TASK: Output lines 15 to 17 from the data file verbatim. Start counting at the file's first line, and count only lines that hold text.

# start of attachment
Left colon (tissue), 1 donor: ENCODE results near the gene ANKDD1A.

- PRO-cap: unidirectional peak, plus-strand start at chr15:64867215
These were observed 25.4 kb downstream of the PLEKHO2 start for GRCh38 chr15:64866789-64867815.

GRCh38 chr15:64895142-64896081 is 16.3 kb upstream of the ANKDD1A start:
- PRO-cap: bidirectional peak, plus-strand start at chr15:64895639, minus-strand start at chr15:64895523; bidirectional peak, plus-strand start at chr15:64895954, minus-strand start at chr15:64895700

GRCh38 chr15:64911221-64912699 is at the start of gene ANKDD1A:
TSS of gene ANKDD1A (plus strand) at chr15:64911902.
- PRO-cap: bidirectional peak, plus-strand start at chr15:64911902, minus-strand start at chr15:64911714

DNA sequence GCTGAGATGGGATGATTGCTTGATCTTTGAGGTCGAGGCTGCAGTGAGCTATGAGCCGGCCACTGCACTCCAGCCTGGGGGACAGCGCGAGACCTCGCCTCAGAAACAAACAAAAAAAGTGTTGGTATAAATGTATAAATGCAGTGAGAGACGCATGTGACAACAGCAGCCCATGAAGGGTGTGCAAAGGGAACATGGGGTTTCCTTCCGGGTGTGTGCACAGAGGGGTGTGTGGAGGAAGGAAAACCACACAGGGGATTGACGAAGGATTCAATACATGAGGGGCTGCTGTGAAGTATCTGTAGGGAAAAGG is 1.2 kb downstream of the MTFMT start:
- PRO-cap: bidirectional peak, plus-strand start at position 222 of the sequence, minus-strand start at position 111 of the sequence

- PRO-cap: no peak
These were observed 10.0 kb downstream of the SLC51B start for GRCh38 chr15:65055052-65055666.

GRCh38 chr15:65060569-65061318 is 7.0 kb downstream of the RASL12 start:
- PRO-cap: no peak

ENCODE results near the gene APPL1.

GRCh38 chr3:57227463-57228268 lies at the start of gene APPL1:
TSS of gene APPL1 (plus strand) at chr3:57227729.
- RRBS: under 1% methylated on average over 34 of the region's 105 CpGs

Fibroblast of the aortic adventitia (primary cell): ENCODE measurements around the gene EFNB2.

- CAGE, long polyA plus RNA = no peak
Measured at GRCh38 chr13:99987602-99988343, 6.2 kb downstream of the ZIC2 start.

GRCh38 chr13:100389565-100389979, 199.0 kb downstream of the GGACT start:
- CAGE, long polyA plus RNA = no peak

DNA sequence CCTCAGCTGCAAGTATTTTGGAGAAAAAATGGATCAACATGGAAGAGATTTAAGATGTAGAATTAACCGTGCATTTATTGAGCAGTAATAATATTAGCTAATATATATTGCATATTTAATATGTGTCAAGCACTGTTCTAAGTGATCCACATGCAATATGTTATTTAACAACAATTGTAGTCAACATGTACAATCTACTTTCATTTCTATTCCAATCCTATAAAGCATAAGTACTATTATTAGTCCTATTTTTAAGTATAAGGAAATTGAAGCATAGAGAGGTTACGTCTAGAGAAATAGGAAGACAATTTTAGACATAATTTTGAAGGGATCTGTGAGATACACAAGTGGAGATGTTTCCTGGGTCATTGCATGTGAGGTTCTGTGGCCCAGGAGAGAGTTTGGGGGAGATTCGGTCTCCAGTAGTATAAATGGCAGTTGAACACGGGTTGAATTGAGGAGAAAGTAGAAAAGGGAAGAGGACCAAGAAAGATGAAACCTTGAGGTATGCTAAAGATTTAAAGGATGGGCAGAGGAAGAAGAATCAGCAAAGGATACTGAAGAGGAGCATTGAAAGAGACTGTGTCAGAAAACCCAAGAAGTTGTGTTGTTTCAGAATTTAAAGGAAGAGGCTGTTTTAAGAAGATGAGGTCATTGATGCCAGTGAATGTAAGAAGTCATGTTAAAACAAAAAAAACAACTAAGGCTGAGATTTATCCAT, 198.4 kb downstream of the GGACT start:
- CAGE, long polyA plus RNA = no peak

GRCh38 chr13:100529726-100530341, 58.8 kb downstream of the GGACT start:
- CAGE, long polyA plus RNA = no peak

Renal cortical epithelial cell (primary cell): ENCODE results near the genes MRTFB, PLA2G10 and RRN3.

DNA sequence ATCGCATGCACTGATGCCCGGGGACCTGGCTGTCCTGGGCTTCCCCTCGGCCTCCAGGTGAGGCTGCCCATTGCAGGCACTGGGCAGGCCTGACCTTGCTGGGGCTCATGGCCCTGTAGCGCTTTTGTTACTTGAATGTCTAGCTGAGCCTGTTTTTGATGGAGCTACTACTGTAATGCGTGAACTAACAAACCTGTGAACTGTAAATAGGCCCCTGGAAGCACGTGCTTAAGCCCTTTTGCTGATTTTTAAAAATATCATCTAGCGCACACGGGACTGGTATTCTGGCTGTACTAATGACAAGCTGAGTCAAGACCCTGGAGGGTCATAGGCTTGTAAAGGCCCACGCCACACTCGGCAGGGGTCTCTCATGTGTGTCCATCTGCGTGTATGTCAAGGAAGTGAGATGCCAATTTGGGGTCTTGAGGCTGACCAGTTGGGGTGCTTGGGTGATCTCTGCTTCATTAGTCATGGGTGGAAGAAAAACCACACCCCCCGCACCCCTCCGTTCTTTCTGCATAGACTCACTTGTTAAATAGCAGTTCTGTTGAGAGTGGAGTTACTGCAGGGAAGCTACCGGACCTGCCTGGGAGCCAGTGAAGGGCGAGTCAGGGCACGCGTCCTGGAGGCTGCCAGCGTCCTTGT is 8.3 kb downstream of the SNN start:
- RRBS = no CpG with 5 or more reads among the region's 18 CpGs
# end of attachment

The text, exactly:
ENCODE results near the gene APPL1.

GRCh38 chr3:57227463-57228268 lies at the start of gene APPL1:
TSS of gene APPL1 (plus strand) at chr3:57227729.